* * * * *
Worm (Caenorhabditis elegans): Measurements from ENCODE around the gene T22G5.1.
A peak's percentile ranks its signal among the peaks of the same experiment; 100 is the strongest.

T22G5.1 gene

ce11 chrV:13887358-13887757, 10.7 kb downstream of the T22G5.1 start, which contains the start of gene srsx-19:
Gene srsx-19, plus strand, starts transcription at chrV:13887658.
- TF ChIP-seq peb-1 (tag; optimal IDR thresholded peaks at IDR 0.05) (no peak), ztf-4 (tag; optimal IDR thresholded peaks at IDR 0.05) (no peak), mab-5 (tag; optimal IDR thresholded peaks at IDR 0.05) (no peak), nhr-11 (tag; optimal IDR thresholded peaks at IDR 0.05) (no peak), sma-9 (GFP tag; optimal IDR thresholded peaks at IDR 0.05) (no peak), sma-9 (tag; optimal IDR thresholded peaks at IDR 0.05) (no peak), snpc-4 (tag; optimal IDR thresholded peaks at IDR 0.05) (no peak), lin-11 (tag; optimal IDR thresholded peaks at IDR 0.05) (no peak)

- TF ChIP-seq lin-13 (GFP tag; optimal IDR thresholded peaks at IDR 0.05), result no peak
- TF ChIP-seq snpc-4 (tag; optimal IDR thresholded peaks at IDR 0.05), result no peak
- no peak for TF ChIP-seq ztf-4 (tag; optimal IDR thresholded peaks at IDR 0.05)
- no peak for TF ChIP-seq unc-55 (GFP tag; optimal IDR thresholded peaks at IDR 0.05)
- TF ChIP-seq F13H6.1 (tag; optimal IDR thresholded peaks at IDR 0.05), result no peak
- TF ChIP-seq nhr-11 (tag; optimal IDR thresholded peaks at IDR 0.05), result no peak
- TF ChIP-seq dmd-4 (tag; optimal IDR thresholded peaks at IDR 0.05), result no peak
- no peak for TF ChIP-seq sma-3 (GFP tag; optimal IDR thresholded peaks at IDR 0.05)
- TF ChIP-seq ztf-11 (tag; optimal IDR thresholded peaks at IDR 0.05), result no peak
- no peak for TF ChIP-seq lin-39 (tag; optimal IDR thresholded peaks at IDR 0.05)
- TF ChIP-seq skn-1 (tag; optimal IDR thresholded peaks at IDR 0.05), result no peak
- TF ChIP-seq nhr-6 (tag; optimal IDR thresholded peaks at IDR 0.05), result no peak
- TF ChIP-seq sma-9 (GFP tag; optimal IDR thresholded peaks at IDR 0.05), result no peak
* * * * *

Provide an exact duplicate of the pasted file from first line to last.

Worm (Caenorhabditis elegans): Measurements from ENCODE around the gene T22G5.1.
A peak's percentile ranks its signal among the peaks of the same experiment; 100 is the strongest.

T22G5.1 gene

ce11 chrV:13887358-13887757, 10.7 kb downstream of the T22G5.1 start, which contains the start of gene srsx-19:
Gene srsx-19, plus strand, starts transcription at chrV:13887658.
- TF ChIP-seq peb-1 (tag; optimal IDR thresholded peaks at IDR 0.05) (no peak), ztf-4 (tag; optimal IDR thresholded peaks at IDR 0.05) (no peak), mab-5 (tag; optimal IDR thresholded peaks at IDR 0.05) (no peak), nhr-11 (tag; optimal IDR thresholded peaks at IDR 0.05) (no peak), sma-9 (GFP tag; optimal IDR thresholded peaks at IDR 0.05) (no peak), sma-9 (tag; optimal IDR thresholded peaks at IDR 0.05) (no peak), snpc-4 (tag; optimal IDR thresholded peaks at IDR 0.05) (no peak), lin-11 (tag; optimal IDR thresholded peaks at IDR 0.05) (no peak)

- TF ChIP-seq lin-13 (GFP tag; optimal IDR thresholded peaks at IDR 0.05), result no peak
- TF ChIP-seq snpc-4 (tag; optimal IDR thresholded peaks at IDR 0.05), result no peak
- no peak for TF ChIP-seq ztf-4 (tag; optimal IDR thresholded peaks at IDR 0.05)
- no peak for TF ChIP-seq unc-55 (GFP tag; optimal IDR thresholded peaks at IDR 0.05)
- TF ChIP-seq F13H6.1 (tag; optimal IDR thresholded peaks at IDR 0.05), result no peak
- TF ChIP-seq nhr-11 (tag; optimal IDR thresholded peaks at IDR 0.05), result no peak
- TF ChIP-seq dmd-4 (tag; optimal IDR thresholded peaks at IDR 0.05), result no peak
- no peak for TF ChIP-seq sma-3 (GFP tag; optimal IDR thresholded peaks at IDR 0.05)
- TF ChIP-seq ztf-11 (tag; optimal IDR thresholded peaks at IDR 0.05), result no peak
- no peak for TF ChIP-seq lin-39 (tag; optimal IDR thresholded peaks at IDR 0.05)
- TF ChIP-seq skn-1 (tag; optimal IDR thresholded peaks at IDR 0.05), result no peak
- TF ChIP-seq nhr-6 (tag; optimal IDR thresholded peaks at IDR 0.05), result no peak
- TF ChIP-seq sma-9 (GFP tag; optimal IDR thresholded peaks at IDR 0.05), result no peak